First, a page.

For Hindus bravery, valour and martial arts have never been a male-only enterprise. The “Vadakkan Pattukal” Malayalam ballads of ancient origin continue to tell the story of the “Kalarippayattu” martial art female legend ”Unniyarcha” who was a member of the valiant Chekavar(Thiyyar) family of ‘Puthooram’. The story goes like this. Unniyarcha, after her marriage, wanted to go on a visit to the temples of Kuthu in Allimalarkavu, Villakku in Ayyappankavu, and Velapuram in Anjanakavu. Her marital family tried to dissuade her, owing to the danger in the surrounding areas continuously caused by the Nadapuram ‘Moplah/Mapilla’ ruffians/hooligans (Jonaka/Chonaka Mappila or Moors Mopulars/Mouros da Terra and Mouros Malabares) who troubled, abducted and molested women and children living and passing through the Malabar area at that time. These Moplah/Mapilla hooligans were a part of the Arabian slave trade gangs at that time.
The fearless Unniyarcha decided not to back down and sternly resolved on her ‘Bhakti’ became the true incarnation of ‘Shakti’ when she exhibited her warrior expertise via the ‘Kalarippayattu’ martial art and single-handedly fought against and defeated the Moplah/Mapilla hooligans when they tried to molest and abduct her on the way. They kneeled down before her and asked for mercy and promised never to engage in such menace again. This is how Unniyarcha taught them a lesson.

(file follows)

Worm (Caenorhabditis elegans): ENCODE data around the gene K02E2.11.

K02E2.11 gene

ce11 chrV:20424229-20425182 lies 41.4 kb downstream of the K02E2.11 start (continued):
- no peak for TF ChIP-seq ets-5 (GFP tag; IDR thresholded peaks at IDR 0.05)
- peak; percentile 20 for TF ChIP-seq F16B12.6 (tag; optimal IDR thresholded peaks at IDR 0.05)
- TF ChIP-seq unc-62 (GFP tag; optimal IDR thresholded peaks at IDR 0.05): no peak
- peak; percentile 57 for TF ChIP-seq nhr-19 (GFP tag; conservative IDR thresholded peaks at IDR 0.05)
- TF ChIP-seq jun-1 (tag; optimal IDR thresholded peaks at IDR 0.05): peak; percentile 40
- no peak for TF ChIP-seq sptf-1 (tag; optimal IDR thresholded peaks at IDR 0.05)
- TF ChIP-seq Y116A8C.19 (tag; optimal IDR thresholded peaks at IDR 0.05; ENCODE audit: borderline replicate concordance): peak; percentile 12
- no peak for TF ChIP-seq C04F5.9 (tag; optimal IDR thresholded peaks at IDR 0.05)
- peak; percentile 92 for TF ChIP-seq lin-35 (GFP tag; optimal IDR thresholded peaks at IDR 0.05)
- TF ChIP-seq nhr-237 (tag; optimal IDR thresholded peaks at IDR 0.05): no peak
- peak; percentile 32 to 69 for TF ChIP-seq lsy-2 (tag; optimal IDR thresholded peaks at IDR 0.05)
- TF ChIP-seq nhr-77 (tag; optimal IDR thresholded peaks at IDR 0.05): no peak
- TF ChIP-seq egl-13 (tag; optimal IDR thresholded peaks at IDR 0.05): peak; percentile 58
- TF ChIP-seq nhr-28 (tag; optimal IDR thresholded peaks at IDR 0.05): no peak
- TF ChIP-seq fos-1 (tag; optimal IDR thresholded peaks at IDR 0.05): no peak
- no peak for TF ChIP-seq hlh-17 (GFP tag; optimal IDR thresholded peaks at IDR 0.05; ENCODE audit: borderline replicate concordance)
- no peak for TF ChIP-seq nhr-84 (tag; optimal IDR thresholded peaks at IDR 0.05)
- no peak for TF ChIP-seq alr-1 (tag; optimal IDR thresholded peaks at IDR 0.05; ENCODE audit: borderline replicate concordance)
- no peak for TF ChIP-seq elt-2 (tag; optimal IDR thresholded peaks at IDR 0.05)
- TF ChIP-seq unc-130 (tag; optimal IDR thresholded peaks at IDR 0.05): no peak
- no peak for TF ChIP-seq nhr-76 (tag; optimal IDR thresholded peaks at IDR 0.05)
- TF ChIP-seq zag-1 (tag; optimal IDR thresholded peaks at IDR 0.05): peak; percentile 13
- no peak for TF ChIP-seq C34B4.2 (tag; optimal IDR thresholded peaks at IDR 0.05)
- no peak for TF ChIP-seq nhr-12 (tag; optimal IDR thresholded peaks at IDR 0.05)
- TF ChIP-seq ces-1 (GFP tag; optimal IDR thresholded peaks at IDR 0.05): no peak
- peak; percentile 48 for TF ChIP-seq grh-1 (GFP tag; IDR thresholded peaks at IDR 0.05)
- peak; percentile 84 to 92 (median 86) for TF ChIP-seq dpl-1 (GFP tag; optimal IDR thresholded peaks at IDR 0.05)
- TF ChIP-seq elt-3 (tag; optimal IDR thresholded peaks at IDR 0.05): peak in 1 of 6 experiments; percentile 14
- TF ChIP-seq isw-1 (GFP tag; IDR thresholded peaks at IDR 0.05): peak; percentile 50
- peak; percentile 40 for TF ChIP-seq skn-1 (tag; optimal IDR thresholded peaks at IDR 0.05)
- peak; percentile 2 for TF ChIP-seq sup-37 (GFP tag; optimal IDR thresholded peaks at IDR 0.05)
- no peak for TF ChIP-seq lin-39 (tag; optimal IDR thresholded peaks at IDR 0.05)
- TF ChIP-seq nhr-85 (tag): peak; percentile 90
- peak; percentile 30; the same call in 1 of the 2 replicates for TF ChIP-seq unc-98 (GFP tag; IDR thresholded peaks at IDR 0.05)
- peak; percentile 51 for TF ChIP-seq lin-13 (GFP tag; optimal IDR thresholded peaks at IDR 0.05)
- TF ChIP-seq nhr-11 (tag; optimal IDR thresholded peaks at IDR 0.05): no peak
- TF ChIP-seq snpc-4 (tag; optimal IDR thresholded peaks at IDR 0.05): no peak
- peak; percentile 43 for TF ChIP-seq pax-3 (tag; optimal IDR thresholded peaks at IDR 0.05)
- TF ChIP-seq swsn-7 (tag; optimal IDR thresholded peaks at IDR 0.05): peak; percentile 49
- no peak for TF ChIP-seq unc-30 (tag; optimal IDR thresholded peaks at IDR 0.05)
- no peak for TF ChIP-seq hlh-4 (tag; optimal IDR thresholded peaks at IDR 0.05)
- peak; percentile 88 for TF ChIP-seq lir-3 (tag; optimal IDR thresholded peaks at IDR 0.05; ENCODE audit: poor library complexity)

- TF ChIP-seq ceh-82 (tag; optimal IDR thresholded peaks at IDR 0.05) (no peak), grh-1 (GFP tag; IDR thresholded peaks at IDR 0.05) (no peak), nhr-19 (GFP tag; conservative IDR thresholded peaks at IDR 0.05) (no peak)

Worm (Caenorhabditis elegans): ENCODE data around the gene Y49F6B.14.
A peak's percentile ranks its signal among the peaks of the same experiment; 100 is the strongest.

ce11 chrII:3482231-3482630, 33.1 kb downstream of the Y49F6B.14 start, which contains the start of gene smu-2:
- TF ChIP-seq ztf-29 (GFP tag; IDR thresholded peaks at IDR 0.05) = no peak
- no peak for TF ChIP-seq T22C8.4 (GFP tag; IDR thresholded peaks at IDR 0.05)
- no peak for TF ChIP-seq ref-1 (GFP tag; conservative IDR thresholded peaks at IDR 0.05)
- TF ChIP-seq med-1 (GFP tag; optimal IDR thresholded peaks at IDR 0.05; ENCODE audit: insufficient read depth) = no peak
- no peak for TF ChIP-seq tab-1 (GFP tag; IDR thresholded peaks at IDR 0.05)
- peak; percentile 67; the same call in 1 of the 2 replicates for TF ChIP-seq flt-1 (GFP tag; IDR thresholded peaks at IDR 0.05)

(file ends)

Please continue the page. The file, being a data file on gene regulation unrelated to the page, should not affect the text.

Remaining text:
It is time we reclaim our histories, our narratives, one where native heroines are given their due share. Unniyarcha, lived in the 16th century and died of old age. There have been ‘sub-altern’ study reports now recently claiming that Unniyarcha of Puthooram family was captured by Tipu of Mysore when he attacked Malabar in 1789. This is patently wrong, because Tipu reached Malabar nearly 200 years after the death of the valiant Unniyarcha. These attempts to rewrite history could arguably be seen as a way to undermine the valour of a fierce woman, who single-handedly defeated her oppressors. Strong, fierce, native women, after all, have always had a deep psychological affect on entrenched elite, as they tend to threaten the very fiber of manufactured narratives. Anjali George delves into the story of this legendary warrior and debunks the colonial and sub-altern distortions.